EVEN BEFORE SARS
, I was never much of a traveler. Despite the depressingly dark winter months, I'm perfectly content to spend the vast majority of my life within a 50-mile radius of Chicago's Sears Tower. But just because I'm a homebody doesn't mean my money has to be. It's abig world
out there, with plenty of promising investing opportunities.
As longtime Tradecraft readers know, we've espoused the virtues of international investing on more than a few occasions. Most recently, we've had success in Latin America. The handful of stocks we first highlighted late last year have been, for lack of a better term, en fuego>. Many have risen 100% or more.
I'm not a raging bull on stocks right now, but most of those I do own happen to be foreign. As is usually the case, the companies to which I'm most attracted are those perceived to be the riskiest. That's leading me to a number of emerging-market opportunities in countries whose markets are showing positive price action. Most are telecom-related; all are largely unknown among U.S. investors.
One the most appealing aspects of emerging markets is their relative illiquidity, which makes many of them essentially off-limits to larger institutional investors. This is a perfect example of where "the little guy" has a distinct advantage.
Consider Peruvian stocks, which, like many of their Latin American counterparts, have outperformed big-time in recent months. Yet the turnover on the Lima Stock Exchange isn't just small, it's nearly infinitesimal. On a good day, the exchange will trade $11 million worth of stock. I think my neighborhood Starbucks does more business.
For most institutional investors, this makes Peru all but off limits. For instance, in order for the roughly $11 billion Janus Worldwide fund to put just 5% of its assets in Peruvian stocks, it would need to purchase the entire average turnover traded on the Lima exchange for more than two months. Simply put, it can't be done.
Compania de Minas Buenaventura is the best-known Peruvian ADR, and has benefited handsomely from higher gold and commodity prices. Individual investors might also consider tiny Telefonica del Peru, a small telecom name that sports strong price action and a dividend yield of nearly 7%.
One of the most appealing attributes of many emerging markets is that there are only a handful of ways a U.S. investor can actually get exposure. To me, that's an encouraging and often bullish indicator. Because if the "herd" is always late to the party, mutual-funds marketers are usually only a step or two ahead. Think about it: Most technology mutual funds were rolled out in late 1999 or early 2000, just in time to see that market peak.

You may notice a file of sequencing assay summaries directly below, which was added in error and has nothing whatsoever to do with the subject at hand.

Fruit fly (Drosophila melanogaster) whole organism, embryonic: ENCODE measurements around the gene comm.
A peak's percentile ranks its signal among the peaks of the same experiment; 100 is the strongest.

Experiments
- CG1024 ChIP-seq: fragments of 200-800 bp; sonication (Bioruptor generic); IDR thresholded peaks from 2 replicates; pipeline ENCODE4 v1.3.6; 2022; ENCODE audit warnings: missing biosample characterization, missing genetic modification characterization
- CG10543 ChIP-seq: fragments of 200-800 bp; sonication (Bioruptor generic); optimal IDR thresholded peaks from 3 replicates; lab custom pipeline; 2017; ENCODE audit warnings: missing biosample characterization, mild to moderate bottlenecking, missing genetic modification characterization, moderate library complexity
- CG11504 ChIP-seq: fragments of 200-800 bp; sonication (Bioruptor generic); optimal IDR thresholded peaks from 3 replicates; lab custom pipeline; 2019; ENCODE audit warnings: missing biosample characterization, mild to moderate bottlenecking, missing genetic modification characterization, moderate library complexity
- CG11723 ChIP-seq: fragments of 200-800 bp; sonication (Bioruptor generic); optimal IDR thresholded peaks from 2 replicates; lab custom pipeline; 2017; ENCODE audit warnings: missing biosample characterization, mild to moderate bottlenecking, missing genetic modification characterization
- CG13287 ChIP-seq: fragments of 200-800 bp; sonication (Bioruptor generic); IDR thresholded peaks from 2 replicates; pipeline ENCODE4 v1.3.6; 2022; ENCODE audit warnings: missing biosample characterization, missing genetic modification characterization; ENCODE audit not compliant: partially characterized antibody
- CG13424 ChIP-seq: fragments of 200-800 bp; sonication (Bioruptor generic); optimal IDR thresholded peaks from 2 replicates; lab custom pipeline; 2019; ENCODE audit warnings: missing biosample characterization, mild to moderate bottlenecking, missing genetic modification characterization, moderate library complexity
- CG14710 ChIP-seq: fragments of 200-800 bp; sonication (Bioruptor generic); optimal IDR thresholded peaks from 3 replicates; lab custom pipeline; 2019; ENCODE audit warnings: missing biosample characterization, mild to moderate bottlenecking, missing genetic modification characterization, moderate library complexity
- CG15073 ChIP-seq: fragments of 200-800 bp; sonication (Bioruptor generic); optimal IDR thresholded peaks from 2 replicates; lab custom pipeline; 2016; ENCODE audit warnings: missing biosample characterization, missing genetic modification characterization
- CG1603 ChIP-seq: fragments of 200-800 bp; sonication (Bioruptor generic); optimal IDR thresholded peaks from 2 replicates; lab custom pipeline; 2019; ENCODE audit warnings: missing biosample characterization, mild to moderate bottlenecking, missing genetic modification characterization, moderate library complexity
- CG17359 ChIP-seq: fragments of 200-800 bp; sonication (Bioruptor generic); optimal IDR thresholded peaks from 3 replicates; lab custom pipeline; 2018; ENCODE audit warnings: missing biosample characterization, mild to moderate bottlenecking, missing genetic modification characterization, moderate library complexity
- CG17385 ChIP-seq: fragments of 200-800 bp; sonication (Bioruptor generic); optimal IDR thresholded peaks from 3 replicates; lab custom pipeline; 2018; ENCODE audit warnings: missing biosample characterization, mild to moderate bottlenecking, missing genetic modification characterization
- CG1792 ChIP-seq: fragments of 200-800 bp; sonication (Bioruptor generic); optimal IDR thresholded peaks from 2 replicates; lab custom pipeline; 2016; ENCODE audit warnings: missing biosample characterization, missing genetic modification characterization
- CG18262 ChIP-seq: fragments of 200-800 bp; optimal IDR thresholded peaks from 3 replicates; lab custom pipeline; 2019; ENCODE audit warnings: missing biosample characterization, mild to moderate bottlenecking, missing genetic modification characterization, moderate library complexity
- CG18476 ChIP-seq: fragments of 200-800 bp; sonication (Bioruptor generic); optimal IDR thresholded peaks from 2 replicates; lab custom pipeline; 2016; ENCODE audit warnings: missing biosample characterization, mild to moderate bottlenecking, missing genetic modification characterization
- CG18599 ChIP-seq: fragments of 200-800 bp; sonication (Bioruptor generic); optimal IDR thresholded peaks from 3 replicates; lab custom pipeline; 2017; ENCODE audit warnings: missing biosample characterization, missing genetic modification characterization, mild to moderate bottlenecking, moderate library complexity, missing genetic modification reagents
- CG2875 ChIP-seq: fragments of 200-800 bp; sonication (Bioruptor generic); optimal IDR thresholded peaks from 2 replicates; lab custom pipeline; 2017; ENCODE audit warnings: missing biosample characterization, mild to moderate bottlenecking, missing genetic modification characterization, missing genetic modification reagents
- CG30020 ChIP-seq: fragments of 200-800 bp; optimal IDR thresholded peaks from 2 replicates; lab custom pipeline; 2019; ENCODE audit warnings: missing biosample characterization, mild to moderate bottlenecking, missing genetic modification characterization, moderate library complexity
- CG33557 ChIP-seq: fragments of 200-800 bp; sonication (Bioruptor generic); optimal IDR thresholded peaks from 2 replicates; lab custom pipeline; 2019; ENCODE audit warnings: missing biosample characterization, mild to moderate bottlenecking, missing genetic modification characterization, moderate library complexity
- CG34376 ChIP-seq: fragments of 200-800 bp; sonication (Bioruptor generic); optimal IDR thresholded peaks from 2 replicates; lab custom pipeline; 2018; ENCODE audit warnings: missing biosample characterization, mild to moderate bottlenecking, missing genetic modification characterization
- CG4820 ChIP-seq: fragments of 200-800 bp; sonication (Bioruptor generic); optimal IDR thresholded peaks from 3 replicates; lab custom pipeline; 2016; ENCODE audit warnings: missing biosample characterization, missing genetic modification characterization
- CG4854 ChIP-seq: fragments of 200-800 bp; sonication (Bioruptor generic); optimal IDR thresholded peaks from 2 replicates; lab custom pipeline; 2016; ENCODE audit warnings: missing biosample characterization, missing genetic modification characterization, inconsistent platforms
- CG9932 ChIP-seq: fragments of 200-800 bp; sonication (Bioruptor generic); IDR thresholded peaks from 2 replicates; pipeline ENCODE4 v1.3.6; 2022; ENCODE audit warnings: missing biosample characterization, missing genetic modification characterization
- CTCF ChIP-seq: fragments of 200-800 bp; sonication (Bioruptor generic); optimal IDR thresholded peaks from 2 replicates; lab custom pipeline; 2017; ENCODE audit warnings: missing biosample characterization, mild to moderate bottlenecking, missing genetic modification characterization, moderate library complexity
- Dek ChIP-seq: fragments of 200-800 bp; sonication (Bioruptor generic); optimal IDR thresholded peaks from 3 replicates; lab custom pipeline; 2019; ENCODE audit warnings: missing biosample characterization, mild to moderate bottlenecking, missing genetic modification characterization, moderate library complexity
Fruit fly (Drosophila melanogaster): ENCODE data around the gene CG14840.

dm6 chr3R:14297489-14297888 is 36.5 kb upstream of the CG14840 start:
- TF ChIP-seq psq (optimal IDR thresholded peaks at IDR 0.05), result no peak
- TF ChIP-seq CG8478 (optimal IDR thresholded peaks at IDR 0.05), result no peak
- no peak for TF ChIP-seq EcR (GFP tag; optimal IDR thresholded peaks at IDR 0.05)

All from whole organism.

So although Turkish stocks are on a roll, there are less than a handful of ways for investors to take a position. Currently, the most diversified route I can find would be an allocation to the Turkish Investment Fund, a $30 million closed-end fund we last wrote about more than a year and a half ago.
Fact: The herd can't buy stocks they can't pronounce. So while your cocktail party pals brag about how they're betting on a recovery in Cisco, you can tell them your money is in Dogan Burda Rizzoli Dergi Yazincilik Ve, just one of the unowned (in the U.S. anyway) companies that make up the Turkish Investment Fund's portfolio. And although the performance has been strong, up 23% over the past year, the fund still trades at a considerable discount to its net asset value.
The other alternative for getting exposure to Turkey is via buying shares in Turkcell Iletisim Hizmetleri, the country's dominant voice and data provider. The stock is up almost 40% over the last 52 weeks.
APPLET PLACEHOLDER: archive= height=300 width=450
Data from July 14, 2000 to Sept. 12, 2003
Source: Reuters Investor
As we've often pointed out, markets don't reflect news, they anticipate it. By the time the story is out, the real move in an investment has already been made. And that's another reason I'm favoring emerging markets over U.S. stocks right now. Because while domestic stocks are up sharply this year, so are the expectations and outlooks of most analysts. These days, pundits aren't questioning whether a robust economic recovery will take place, but when.
What I especially like about many emerging markets right now is that the price performance is encouraging. That's because the news is still quite bleak. Take Venezuela, for example. Just six months ago, the country suffered a crippling general strike. According to the CIA Factbook, 2002 inflation was more than 30% and unemployment over 16%. Almost 50% of the nation lives below the poverty line, with a per-capita gross domestic product of $5,500. By comparison, the U.S.'s is greater than $37,000.
When it comes to Venezuelan stocks, again, U.S. investors are faced with slim pickings, as most are traded exclusively off-exchange. The most widely held name is Compania Anonima Nacional Telefonos de Venezuela, the main telecom provider. Although it trades below book value, like everything related to emerging markets, this one is high risk, high reward. It's currently bid at around $14 a share, down from a late 1997 high of more than $40 a share.
Speculation hinges on uncertainty. Sometimes you walk on water, while other times you can barely stand on two feet. It has always been my philosophy that the best rewards come not from avoiding risk, but managing it. And while the U.S. is seen as the engine that drives the world economy, it's my continuing belief that the best returns will be found by looking overseas. Emerging markets, especially those relatively less liquid areas without large amounts of domestic participation, offer unique opportunities for investors willing to venture off the beaten path.
Jonathan Hoenig is Managing Member at Capitalistpig Hedge Fund LLC. At the time of writing, Hoenig's fund held positions in many of the stocks mentioned in this article.>